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What are 'searches' when buying a BTL house?

When buying any residential property, you will need to hire a conveyancing solicitor to carry out the necessary legal requirements. As part of this process, the solicitor will perform various searches. These searches ensure you find out about any potential issues regarding the property before you take ownership. Mortgage lenders also require searches to be carried out to be reassured that there are no risks or issues that could affect the property value. In this article, BTL mortgage broker Rob Gurr looks at different types of searches, why they matter, and how long they take.

Do I have to do searches when buying a house?

Although searches are not mandatory if you buy a property without any external investment (for cash or through the sale of your assets), they are still highly recommended by your conveyancing solicitor. Searches give you essential information about important issues, such as high flood risk, subsidence risk due to underground coal mines, or planning permission for a large development on the property's doorstep, which may make you decide against purchasing the property. 

If you buy a property using a mortgage, then searches are a legal requirement. Based on the type of property, area, and other factors, the mortgage lender will determine what searches they require in order to secure the funds. Of course, you can also ask your conveyancing solicitor to perform any additional searches you would like for peace of mind.

These conveyancing searches aren't always necessary if you know the property, area, and land well. However, they are worth having if you are buying in an area you don't know well. They are usually relatively inexpensive and quick to perform, helping assure you of the quality and longevity of your investment, and making them well worth the time and money when you are investing in a BTL property. If you fail to get a survey, you may find issues once you have taken ownership, making the house difficult or impossible to sell, making your investment worthless.


What types of conveyancing searches are there?

There are several different types of conveyancing searches, also called property searches, that your conveyancing solicitor will perform as part of the property purchase process. Searches cover the local area and are not to be confused with a property survey, which looks at the house's physical condition. 

Local authority searches

The local authority search is possibly the most important conveyancing search. It looks at the information held by the local authority about the property, such as planning permissions and any restrictions held against the property. The search itself will differ in scope and the length of time it will take to complete, depending on the area that you are buying in. Sometimes, turnaround can take a few days, but it can also take weeks to complete.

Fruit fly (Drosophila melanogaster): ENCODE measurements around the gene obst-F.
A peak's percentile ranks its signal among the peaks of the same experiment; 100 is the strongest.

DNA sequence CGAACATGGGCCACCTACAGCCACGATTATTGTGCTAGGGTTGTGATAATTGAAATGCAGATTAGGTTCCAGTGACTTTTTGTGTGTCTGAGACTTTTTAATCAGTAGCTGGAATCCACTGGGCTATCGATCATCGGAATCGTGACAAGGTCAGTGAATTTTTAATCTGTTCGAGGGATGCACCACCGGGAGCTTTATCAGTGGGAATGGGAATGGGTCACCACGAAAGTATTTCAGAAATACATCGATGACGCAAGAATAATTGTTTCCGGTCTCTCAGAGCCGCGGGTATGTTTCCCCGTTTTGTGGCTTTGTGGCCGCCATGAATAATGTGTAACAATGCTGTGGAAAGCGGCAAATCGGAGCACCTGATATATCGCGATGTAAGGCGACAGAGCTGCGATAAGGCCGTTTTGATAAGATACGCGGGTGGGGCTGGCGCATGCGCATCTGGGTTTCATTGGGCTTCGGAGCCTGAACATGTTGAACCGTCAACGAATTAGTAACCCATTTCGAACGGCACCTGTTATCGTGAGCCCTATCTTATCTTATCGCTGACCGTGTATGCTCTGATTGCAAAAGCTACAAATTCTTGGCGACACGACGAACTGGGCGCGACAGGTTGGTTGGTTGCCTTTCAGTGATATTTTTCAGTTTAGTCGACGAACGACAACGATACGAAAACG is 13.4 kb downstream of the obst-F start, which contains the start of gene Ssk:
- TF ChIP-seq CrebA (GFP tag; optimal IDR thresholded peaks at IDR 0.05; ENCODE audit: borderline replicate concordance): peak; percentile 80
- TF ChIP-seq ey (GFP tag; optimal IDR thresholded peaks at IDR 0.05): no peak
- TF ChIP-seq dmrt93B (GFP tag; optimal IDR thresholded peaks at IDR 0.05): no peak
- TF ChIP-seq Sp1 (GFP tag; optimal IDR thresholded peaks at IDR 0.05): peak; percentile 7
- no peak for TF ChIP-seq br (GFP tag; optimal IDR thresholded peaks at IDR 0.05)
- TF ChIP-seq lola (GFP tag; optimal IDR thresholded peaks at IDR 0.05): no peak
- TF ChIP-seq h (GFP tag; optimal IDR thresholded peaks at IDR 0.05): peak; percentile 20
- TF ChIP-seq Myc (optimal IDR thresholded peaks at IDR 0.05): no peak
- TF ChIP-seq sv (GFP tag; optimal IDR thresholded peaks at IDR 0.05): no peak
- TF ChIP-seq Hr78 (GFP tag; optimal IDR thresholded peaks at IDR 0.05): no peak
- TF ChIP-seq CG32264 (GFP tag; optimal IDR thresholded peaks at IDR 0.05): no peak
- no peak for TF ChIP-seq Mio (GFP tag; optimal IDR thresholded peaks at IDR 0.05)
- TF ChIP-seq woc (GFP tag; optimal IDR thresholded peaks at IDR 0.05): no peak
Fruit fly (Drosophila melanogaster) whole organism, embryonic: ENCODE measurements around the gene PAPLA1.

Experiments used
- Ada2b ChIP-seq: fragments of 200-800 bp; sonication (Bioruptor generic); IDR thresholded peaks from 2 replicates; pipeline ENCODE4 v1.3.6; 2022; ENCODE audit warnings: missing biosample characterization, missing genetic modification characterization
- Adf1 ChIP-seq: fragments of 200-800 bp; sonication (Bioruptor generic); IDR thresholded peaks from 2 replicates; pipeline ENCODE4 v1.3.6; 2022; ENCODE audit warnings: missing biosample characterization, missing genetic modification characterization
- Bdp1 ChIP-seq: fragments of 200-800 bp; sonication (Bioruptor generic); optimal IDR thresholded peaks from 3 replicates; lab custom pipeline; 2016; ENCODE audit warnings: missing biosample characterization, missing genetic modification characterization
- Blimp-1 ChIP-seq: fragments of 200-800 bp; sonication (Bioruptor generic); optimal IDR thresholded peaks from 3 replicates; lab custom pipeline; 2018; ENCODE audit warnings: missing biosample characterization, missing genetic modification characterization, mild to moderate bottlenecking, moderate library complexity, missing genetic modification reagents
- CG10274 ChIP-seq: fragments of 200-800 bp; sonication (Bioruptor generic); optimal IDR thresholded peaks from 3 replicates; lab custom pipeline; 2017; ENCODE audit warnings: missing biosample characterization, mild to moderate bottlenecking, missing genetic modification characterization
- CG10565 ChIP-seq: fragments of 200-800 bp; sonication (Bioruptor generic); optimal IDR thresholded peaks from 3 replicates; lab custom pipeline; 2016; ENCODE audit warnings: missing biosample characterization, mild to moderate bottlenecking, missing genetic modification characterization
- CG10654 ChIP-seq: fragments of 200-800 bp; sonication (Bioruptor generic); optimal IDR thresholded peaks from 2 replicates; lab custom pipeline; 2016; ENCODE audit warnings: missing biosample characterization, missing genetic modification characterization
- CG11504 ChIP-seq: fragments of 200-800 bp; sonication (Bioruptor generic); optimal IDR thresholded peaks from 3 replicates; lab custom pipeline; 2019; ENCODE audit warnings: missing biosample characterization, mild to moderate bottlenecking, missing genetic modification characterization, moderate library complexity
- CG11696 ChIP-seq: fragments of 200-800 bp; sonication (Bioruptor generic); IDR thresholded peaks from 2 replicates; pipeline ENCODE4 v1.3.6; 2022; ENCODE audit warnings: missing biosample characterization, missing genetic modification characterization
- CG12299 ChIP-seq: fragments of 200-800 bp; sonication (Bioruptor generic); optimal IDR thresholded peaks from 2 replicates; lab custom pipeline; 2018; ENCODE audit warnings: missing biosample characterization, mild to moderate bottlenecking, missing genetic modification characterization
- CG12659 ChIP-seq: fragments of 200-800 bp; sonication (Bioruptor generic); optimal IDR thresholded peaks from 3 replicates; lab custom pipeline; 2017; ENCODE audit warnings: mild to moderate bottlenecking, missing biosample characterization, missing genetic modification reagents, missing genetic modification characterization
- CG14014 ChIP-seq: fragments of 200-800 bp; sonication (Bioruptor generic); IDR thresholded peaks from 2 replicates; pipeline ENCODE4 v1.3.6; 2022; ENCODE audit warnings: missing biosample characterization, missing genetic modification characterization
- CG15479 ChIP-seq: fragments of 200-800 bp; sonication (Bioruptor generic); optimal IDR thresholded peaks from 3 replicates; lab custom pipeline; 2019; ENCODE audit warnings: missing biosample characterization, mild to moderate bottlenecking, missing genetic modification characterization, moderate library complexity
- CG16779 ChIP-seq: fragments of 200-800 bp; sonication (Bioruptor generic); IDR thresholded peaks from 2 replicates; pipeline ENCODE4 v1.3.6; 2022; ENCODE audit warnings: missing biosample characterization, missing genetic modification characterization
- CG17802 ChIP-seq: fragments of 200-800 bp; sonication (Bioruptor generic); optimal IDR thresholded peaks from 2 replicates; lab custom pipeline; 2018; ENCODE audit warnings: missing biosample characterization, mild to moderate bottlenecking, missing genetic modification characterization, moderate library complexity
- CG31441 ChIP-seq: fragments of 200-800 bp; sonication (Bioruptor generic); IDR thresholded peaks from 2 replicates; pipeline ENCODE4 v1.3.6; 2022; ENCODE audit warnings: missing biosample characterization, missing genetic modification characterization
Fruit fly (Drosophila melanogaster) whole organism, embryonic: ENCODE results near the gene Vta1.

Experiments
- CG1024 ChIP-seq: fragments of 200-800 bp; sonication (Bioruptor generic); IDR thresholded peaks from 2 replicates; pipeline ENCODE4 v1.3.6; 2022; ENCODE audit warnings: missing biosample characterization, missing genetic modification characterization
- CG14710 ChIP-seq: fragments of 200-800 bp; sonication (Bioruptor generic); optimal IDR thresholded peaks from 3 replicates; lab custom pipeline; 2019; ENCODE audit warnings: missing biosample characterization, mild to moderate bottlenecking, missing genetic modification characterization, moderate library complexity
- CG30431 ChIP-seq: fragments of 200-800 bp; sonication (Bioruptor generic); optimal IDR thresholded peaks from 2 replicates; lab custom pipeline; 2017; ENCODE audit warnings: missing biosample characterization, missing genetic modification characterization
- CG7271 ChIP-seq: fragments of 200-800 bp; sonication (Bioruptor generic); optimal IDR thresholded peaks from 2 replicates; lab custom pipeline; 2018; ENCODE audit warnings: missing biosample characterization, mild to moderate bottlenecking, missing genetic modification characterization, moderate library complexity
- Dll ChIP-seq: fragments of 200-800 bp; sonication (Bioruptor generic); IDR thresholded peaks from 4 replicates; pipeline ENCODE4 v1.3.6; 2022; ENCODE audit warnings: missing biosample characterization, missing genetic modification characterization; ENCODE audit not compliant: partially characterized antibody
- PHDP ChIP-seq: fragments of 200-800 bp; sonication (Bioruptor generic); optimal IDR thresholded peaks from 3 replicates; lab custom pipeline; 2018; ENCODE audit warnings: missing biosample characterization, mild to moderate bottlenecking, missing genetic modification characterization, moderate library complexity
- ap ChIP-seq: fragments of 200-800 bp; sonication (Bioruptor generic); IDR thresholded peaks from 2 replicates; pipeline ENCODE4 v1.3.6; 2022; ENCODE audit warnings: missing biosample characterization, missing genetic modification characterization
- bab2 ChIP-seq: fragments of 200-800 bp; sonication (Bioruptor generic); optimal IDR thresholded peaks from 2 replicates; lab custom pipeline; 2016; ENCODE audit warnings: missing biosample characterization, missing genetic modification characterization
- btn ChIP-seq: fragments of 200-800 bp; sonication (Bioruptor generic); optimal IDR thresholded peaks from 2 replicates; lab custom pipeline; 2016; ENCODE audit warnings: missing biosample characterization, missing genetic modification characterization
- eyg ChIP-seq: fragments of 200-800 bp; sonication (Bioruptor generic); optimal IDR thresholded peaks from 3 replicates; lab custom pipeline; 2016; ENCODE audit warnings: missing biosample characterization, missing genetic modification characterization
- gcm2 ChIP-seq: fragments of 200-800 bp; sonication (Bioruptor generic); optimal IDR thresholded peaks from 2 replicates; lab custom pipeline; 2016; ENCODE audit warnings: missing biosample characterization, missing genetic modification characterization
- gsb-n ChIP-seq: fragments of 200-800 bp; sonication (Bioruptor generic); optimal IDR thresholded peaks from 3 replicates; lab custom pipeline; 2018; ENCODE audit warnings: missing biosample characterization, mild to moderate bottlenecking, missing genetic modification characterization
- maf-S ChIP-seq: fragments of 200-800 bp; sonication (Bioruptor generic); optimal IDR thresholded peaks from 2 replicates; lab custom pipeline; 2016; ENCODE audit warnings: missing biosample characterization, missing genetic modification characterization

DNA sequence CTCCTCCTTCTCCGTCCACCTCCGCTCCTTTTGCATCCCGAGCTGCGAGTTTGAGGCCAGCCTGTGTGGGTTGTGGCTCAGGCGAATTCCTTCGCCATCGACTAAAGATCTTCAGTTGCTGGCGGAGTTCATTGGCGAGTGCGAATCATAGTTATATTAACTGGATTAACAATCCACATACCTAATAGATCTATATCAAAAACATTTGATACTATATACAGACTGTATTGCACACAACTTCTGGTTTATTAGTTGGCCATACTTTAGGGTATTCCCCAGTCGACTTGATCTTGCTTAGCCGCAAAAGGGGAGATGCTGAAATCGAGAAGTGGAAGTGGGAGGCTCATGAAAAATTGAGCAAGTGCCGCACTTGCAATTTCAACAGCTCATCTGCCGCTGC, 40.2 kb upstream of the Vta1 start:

A local authority search is a two-part process. One part is an LLC1 (local land charge register) result that looks at any restrictions on the property. It provides information on:

  • if your property is a listed building 
  • enforcement notices
  • if it is in a conservations area 
  • any financial charges registered against the property
  • if it is in a tree preservation order area

The second is the CON29 result. The CON29 is made up of two sections. The first, CON29 R, provides information such as:

  • the property's planning history
  • the property's building control history 
  • traffic schemes
  • who maintains the roads
  • any tree preservation orders 

CON29 O is the second part, which your solicitor can request as optional extras such as:

  • public footpaths
  • road proposals
  • noise amatement zones
  • hazardous substance consents
  • environmental and pollution notices

Costs will vary depending on the property's local authority. 

Land Registry searches

This search examines the legal information about the property as is recorded in the Land Registry office. It checks the up-to-date title register and title plan to prove the legal ownership of the person selling the property.  

A land registry search costs £3 per title register or title plan and can be done easily online via the website. 

Environmental searches

Environmental searches are an equally important part of understanding whether the property you want to purchase will be a sound financial investment. It looks at potential environmental impacts that could not only damage the building but prevent you from either achieving the rental value you need or would put off potential renters entirely!